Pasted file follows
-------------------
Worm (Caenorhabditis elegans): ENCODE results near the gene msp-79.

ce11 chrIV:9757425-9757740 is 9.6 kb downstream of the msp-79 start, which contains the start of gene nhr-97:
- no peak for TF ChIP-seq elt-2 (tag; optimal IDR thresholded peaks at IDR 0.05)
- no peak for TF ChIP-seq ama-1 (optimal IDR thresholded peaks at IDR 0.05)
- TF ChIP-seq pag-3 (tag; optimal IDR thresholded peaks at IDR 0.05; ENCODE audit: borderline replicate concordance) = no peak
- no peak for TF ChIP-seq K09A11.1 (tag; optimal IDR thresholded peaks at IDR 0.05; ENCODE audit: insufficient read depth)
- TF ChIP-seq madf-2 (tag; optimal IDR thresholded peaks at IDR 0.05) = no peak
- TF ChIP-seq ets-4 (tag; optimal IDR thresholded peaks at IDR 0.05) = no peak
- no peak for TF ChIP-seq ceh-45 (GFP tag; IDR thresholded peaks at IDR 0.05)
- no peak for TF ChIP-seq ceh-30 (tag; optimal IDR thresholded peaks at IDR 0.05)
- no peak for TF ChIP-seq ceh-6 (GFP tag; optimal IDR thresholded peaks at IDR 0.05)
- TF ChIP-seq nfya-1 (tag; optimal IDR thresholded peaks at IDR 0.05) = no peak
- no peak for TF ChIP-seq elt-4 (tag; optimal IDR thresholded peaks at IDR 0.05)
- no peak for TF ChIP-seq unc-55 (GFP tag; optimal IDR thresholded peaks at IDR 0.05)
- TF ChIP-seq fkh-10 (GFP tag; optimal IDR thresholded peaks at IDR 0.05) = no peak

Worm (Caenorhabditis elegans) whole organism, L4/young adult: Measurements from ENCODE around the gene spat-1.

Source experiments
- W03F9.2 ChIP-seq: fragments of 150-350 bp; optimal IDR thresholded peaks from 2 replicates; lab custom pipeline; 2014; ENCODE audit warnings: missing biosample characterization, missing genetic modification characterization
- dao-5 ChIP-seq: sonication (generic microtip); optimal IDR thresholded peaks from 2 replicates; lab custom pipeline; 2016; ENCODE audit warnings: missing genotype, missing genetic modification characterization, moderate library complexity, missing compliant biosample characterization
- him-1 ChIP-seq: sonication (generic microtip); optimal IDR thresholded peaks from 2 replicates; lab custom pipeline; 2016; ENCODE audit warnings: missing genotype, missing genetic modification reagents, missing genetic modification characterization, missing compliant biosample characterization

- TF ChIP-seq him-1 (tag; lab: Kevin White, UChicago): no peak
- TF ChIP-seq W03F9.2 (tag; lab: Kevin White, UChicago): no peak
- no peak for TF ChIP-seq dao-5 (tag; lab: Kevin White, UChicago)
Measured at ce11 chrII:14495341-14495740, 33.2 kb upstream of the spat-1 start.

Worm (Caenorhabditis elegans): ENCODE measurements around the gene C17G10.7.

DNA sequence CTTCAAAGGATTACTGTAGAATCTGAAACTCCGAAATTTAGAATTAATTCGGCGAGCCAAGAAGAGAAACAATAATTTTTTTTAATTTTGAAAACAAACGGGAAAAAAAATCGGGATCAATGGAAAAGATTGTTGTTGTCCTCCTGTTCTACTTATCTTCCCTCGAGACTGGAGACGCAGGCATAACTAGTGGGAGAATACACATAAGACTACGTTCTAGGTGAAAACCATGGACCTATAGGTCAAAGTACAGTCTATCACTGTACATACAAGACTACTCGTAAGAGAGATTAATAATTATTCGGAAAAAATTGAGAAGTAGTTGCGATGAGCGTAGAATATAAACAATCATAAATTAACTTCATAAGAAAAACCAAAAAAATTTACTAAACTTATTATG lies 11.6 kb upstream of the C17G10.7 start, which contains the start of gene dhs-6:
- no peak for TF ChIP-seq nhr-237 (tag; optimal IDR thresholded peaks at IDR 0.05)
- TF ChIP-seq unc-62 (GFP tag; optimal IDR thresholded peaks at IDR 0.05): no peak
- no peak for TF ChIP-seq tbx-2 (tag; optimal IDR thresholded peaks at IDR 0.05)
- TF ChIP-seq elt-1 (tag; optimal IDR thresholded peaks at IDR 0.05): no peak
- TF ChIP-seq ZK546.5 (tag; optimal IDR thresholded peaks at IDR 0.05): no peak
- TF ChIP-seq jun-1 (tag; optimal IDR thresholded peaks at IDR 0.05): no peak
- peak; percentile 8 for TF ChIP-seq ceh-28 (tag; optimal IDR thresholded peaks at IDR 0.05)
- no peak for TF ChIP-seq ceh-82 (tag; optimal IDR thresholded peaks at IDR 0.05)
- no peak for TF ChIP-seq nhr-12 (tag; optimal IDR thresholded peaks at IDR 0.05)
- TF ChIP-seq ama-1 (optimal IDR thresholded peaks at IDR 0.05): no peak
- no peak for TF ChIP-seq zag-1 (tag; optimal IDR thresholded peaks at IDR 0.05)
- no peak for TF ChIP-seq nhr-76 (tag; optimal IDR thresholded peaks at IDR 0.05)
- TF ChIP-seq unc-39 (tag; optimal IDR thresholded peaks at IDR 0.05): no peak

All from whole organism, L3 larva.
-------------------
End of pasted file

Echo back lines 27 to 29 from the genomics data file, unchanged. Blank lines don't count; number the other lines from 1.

- no peak for TF ChIP-seq nhr-237 (tag; optimal IDR thresholded peaks at IDR 0.05)
- TF ChIP-seq unc-62 (GFP tag; optimal IDR thresholded peaks at IDR 0.05): no peak
- no peak for TF ChIP-seq tbx-2 (tag; optimal IDR thresholded peaks at IDR 0.05)